Tongariro - Queens Birthday Weekend
Tongariro - Queens Birthday Weekend
I think I must have a mental block about boots. I have already-forgotten them twice because I don't want to wear them for travelling -but now I'm running down the hill with them in one hand and my pack nearly winding me at every step. I only just manage to catch the bus and by 6 o'clock I'm at the station - by about 7.30., on the way to Tongariro. Once there, I drop my torch in the dark and lose the others; re-assemble the torch and miss the turn-off to the hut. "3 minutes to Mangatepopo Hut" the sign said, and surely I've been going for 5 or 10? So, after some rather pathetic yoo-hooing, I turn back and soon meet a small, patient search-party with torches. The hut is full - we are by no means the only club in the area. Someone has a hammock and I resolve to get one myself.
In the morning we all toil up to the saddle (between Ngauruhoe and Tongariro) in the sunlight, with a detour to look at the sulphur springs and chunder the occasional boulder. It's a sort of leap-frog game as each group stops for a rest and is passed and then overtakes again. Colonel and I aren't hungry at the top (even Wharry's rapture's over his food can't tempt us) so we leave the others eating and set out across South Crater. The poles stretch across a desolate lunar landscape... through puddles...Colonel is alarmed at the prospect of wet feet -his boots leak - so we make a sharp left turn and followed soon by the others, cut directly across the crater and up a rather icy, scrappy slope to meet the poles again at the top of the ridge. Some of us notice the absence of any flowers whatsoever - the only vegetation is lichen, alpine mosses and grasses and little hardy creeping plants. But there are some beautiful delicate frost crystals in shaded places - destructive as always we enjoy the crunch of walking on them, and of course there's more gleeful boulder chundering. Wandering across Central Crater towards Ketetahi Springs we come across a steep-sided crater and some energetic people write V.U.W.T.C. in the bottom of it, to much yelling of instructions from the rest of us ("Left, left!" "Stand on the full stops and smile!" "The C's too curly!") Eventually we reach Ketetahi Hut which is overflowing so we pitch tents or decide to sleep on the floor. The 'overflow' outside have brought wine and sing loudly on the slope behind the hut.
Well, Sunday is ours, and some set off immediately to soak in the hot springs - another group of us go a bit further in the opposite direction to see the Sulphur Lagoon. The rock-chundering potential is tremendous and I become a coat-hanger for all cameras and lenses - we even discover a crater which echoes and the noise is like a Western. Although the lagoon is a mere puddle, some go down to explore - the rest of us head back to the hut! I very soon get bored with sitting around and three of us set off for Oturere Valley (towards the Desert Road), arranging to rejoin the others at Mangatepopo on Monday. We pass Blue Lake and investigate the Emerald Lakes, which look very sulphurous and horribly bare of vegetation. There's a cold wind at this height so we wrap up warmly and descend into Oturere Valley - which was fascinating! From high points it looks vast, a great expanse of hollows, grey sand and weird boulder shapes - again, no trees but there are mosses and lichen, a little hebe and a little curly-leaved dracophyllum. We can see marker-poles stretching into the far distance but as we go we realise the scale is deceptive and the whole valley really quite small. Some interesting boulder problems distract us, huge lava chunks and beautiful hard basalt - but the rock is too cold to climb for long. We agree that a Mexican page 32on horseback wouldn't be out of place, or an Apache ambush, or something.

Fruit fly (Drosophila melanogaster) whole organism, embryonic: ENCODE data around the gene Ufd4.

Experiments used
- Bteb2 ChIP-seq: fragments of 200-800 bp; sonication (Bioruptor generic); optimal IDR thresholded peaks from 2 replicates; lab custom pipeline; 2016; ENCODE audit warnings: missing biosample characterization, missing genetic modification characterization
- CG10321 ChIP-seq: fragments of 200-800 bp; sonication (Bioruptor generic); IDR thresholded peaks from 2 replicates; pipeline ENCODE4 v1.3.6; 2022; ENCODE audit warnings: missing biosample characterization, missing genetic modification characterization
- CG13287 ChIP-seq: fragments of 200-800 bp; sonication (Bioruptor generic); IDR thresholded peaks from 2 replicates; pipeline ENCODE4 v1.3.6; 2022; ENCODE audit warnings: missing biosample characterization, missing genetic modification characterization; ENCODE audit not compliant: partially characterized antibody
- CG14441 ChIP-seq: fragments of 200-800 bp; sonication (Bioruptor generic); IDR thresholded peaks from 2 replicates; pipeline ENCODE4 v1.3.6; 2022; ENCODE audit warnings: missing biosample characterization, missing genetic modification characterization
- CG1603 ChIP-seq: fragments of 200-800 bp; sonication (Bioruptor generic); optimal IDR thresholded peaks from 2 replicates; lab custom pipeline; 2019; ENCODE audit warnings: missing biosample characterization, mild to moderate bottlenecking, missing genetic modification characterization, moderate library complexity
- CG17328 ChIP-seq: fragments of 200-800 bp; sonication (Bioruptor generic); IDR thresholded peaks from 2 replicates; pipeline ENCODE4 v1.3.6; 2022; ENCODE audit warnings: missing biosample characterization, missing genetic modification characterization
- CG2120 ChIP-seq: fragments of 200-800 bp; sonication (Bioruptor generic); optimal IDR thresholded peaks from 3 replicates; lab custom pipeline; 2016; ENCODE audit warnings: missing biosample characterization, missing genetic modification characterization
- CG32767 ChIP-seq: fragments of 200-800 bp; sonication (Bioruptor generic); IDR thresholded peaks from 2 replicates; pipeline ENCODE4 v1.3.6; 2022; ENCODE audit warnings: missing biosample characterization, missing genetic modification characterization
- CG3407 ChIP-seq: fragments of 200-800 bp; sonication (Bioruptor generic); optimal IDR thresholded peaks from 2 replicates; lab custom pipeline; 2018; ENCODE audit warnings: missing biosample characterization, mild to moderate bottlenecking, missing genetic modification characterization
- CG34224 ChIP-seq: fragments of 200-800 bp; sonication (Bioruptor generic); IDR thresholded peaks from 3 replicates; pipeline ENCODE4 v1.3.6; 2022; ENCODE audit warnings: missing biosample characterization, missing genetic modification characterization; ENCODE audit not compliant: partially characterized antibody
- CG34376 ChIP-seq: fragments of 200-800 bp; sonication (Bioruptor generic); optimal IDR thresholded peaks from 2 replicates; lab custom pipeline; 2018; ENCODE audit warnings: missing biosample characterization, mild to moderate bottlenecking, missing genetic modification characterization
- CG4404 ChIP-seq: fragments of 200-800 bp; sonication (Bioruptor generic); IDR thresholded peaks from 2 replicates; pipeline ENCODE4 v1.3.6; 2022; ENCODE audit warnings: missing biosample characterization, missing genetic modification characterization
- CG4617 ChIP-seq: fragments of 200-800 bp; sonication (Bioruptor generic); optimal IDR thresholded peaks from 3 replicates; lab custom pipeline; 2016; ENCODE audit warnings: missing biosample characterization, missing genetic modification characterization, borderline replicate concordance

Every now and them we glimpse more poles winding into the distance but we reach the hut quite suddenly and a sign saying, "5½ hours to Mangatepopo, 3½ to Ketetahi, and 4 hours to Waihohonu "(round Ngauruhoe towards the Tongariro Chateau.) The hut is very noisy, there are dozens of Venturer Scouts and some others from Ketetahi. We find a room to ourselves though and the Scouts,although rowdy,are very helpful. In the morning there's fine snow whisking about on a cold wind, and a light coating on the ground. The hut is empty and clean by the time we leave. The scouts have gone down to the Desert Road, and we decide to abandon our idea of going around to Waihohonu and go back the way we came - a known quantity...actually it turns out to be quite different - we meet a very hungry party (with iced-up beards) coming down, having spent the night by Blue Lake where, they said, it was too windy to make Dinner or Breakfast. When we reach Emerald Lakes ourselves we see why. Everything looks quite different, the tops are shrouded and look cold and ancient and remote, those poles that haven't collapsed in the strong wind have grown icy fringes on their lee sides. Progress is slow, we can hardly stand up and Colonel edges us round the old track so we avoid the full force of the wind. We are disgusted to see glimpses of blue sky over Ruapehu, in fact everywhere (it seems) except here.
The stream beside Mangatepopo looks beautiful, ice has crept in lacy patterns inwards from the banks. In the hut we find 4 of the others, highly pleased with themselves because they'd come over the night before, avoiding the snow and wind, and with shameless lying kept a whole bunk-room to themselves although the rest of the hut was bursting! While we're eating, Frank suddenly leaps up and says Ngauruhoe's erupting! Very exciting even though there is no lava or car-sized boulders, just clouds of steam and gasses. Still we agree, when travelling home in convoy of Frank's and John Black's faithful engines, that for one weekend hot springs, superb boulder-chundering, snow and an eruption, is not bad going!!